Source: Sacramento Bee
A picture of the founder of the Sikh religion in a seventh-grade textbook has reignited what's become a common dilemma for California's education establishment: How much influence should contemporary religious groups have in crafting history lessons for the state's 6.3 million public school students?
The state Board of Education is scheduled to vote today on whether to remove a picture from a history textbook that shows the founder of the Sikh religion in a way that Sikh leaders find offensive. It's the latest in a pattern of compromises as religious groups and textbook publishers vie over the minds of one of the most diverse student bodies in the country.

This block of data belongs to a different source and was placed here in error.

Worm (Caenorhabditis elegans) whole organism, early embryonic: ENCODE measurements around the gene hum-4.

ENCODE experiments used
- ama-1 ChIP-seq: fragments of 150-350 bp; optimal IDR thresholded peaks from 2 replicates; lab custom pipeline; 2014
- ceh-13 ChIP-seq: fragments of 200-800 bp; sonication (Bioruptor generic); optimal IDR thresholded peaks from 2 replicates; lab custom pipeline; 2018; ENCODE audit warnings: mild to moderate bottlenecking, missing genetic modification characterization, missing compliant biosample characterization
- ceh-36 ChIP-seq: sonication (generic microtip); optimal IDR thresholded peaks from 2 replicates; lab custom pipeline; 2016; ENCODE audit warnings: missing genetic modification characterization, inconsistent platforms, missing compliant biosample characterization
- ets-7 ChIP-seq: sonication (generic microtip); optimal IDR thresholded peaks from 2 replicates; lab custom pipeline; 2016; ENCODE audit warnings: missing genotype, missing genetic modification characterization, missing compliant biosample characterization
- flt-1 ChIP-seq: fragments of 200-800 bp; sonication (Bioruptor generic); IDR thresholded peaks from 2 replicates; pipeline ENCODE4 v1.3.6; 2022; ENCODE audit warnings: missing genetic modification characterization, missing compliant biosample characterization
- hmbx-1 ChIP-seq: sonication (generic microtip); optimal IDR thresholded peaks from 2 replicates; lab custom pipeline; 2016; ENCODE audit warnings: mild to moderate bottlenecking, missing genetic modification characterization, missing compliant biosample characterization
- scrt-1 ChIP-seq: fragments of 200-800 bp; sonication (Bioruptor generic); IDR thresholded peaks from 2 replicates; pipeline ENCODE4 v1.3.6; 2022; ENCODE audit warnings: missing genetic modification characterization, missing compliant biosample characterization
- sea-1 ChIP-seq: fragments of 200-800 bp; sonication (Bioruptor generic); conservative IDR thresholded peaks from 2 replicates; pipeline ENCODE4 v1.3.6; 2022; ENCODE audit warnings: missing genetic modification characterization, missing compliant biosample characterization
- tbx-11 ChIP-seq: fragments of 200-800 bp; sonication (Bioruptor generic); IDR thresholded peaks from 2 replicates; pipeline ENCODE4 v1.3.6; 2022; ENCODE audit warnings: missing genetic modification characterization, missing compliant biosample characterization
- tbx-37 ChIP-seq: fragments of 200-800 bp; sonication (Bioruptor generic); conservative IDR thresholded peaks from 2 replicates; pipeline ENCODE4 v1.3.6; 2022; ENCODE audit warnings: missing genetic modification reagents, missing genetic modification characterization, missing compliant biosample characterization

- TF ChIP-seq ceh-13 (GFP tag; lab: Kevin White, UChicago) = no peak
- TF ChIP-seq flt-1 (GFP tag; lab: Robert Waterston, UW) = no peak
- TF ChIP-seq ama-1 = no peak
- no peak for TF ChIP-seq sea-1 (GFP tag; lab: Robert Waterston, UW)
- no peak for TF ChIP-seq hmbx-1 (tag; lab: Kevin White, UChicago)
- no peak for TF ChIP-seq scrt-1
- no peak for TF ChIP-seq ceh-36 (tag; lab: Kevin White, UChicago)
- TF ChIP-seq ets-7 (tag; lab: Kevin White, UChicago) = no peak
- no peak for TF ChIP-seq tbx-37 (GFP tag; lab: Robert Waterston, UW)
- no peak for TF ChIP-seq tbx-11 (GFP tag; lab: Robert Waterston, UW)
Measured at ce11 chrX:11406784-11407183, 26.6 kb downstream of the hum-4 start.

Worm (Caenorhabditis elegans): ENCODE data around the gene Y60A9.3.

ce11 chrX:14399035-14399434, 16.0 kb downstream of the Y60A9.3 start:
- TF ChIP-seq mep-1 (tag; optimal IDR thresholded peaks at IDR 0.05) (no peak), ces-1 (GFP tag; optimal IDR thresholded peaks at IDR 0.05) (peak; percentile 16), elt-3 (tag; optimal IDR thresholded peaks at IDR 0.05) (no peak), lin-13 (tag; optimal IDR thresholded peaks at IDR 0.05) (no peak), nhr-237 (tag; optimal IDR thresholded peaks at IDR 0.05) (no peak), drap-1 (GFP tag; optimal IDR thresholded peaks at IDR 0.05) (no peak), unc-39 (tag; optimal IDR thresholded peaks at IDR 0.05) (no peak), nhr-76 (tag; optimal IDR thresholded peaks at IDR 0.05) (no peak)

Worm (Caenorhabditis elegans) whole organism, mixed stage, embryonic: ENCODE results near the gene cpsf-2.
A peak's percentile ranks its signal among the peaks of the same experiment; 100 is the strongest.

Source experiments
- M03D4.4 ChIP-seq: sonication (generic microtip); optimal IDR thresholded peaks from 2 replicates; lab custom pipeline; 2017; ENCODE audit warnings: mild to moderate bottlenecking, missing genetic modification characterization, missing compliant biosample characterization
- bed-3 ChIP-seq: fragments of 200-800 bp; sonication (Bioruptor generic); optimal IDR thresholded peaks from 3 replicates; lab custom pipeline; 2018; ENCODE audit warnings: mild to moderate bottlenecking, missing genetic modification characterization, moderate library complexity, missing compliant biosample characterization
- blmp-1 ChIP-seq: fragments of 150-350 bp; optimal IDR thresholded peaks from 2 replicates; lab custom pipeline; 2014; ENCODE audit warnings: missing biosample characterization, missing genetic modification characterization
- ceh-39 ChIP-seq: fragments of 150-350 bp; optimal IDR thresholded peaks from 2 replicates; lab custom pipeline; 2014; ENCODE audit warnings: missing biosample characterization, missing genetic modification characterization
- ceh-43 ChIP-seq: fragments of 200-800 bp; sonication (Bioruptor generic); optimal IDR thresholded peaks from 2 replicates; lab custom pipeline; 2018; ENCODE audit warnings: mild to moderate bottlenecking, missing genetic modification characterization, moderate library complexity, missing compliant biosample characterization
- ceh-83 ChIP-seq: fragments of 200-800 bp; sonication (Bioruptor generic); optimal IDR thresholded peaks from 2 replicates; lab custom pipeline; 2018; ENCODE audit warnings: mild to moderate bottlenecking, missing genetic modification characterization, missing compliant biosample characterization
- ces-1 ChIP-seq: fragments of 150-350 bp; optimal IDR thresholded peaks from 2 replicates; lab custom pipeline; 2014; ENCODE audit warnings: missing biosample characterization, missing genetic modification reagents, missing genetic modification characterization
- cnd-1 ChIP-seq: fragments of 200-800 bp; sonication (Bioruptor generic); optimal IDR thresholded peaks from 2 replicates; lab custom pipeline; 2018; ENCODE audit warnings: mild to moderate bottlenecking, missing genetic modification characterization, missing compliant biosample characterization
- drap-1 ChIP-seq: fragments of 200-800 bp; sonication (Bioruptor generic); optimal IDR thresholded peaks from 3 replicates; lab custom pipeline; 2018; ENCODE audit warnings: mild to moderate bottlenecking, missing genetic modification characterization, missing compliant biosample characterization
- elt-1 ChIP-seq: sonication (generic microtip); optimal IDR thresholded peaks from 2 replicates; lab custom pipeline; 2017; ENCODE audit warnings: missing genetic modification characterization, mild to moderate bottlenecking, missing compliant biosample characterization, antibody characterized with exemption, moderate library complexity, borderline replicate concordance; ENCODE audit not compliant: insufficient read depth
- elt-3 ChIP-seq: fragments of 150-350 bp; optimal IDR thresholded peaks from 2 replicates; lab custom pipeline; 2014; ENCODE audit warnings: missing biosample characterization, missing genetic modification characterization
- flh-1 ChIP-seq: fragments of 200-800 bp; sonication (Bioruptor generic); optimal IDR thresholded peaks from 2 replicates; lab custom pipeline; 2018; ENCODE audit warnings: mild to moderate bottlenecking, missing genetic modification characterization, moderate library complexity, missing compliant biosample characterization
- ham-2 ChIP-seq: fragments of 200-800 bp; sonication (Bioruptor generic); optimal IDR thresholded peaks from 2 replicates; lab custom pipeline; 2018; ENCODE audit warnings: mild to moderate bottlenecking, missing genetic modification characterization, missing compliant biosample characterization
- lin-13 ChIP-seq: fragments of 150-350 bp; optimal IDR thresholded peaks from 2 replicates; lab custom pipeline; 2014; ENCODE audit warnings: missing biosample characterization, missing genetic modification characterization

In recent years, Jewish, Muslim and Hindu groups have weighed in as state educators and publishers developed new social studies books. Those textbooks are now read in classrooms across California and the nation.
One of them has caught the attention of Sikh leaders in Sacramento. "An Age of Voyages: 1350-1600," published by Oxford University Press, shows Guru Nanak, who founded the Sikh religion in India in the 1500s, wearing a golden crown and a closely cropped beard and mustache.
Sikh activists complained about the image, saying the portrait makes Guru Nanak look like a Muslim chieftain. The picture, which hangs in a museum in London, was originally painted in the 19th century, after Muslims ruled India.